The city of Los Angeles has an Office of Community Beautification that, among other efforts, coordinates clean-up after people spray paint walls, garage doors and other property. The crews are constantly busy.
Over an approximately nine-month period starting in late 2020, there was a surge in graffiti abatement in the city, from around 85,000 clean-ups to approximately 95,000 responses each quarter. The number dipped to about 78,000 in the first three months of this year.
First quarter graffiti clean-up was below the level in the same period last year. But as with overall 311 calls, numbers were higher than in the initial part of 2019.
Where are taggers most active? In the first quarter Boyle Heights registered 6,626 graffiti clean-up responses, followed by Downtown (5,547), Westlake (4,623) and Historic South-Central (4,519).
Consider this the “cousin” of bulky item-pickup, though it is more nefarious. Illegal dumping usually involves an individual or business seeking to avoid paying proper disposal fees, and instead tossing their garbage elsewhere. This can be everything from cardboard boxes to construction detritus to hazardous materials. It has long been a problem in the Northeast San Fernando Valley, with people exiting freeways, dumping their trash, then speeding off.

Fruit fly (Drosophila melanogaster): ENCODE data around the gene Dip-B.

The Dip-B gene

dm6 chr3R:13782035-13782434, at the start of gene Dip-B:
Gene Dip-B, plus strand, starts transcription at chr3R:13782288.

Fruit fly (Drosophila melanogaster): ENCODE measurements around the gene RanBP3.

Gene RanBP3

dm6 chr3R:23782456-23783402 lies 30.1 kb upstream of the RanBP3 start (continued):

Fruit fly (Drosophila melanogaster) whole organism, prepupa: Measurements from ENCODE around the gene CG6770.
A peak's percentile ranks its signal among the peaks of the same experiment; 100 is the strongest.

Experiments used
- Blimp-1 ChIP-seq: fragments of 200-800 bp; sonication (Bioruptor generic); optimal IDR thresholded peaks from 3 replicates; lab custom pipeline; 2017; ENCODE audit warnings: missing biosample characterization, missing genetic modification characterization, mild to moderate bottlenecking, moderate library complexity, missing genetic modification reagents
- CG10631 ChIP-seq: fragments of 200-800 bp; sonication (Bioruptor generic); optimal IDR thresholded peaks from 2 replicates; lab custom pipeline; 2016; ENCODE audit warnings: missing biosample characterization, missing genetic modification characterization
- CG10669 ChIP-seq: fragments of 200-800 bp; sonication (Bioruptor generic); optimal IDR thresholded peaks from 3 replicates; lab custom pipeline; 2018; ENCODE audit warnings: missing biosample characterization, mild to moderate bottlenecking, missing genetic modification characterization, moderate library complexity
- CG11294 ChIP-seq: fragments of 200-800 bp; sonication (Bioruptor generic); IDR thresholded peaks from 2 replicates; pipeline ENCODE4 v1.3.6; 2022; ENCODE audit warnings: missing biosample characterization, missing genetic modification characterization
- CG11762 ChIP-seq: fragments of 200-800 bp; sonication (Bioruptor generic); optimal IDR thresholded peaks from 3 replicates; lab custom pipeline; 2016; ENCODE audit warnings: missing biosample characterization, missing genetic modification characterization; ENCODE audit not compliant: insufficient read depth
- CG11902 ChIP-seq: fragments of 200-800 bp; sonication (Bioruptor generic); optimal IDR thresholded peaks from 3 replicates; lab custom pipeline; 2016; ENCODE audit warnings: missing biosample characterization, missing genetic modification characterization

After approximately 32,600 illegal dumping reports in the third quarter of 2021, the practice has been steadily declining. From Jan. 1–March 31 this year, the city tallied about 20,600 calls.
This is below both the number in the first quarter of last year, and the total in the first three months of 2019.
North Hollywood got dumped on 646 times in the first quarter, more than any other neighborhood in the city. Next were Van Nuys (599), Westlake (587) and East Hollywood (565).
In recent years, the neighborhoods of Pacoima and Sun Valley have regularly had some of the highest annual illegal dumping totals in the city. In the first quarter of this year Pacoima recorded 521 reports, and Sun Valley had 519.
Homeless encampment calls
The 311 system is how many Angelenos report tent encampments. It is uncertain what result this has—calls might spark a spot clean-up, might help propel an Inside Safe effort that moves people experiencing homelessness into housing, or they might have no impact.
As pandemic pains began to ease, the number of encampment complaints rose, peaking at 16,995 in the third quarter of 2022. In the first quarter of this year, Angelenos made 14,656 encampment reports.
That is similar to the first quarter of last year, though it is 39% higher than the number of reports in the first three months of 2019.
The neighborhood with the most homeless encampment calls in the first quarter this year was Westlake (823). It was followed by Hollywood (715), Koreatown (625) and North Hollywood (609).
How we did it: We examined publicly available MyLA311 service data from Jan. 1, 2019–March 31, 2023. For neighborhood boundaries, we rely on the borders defined by the Los Angeles Times. Learn more about our data here.
Want to know how your neighborhood fares? Or simply just interested in our data? Email us at firstname.lastname@example.org.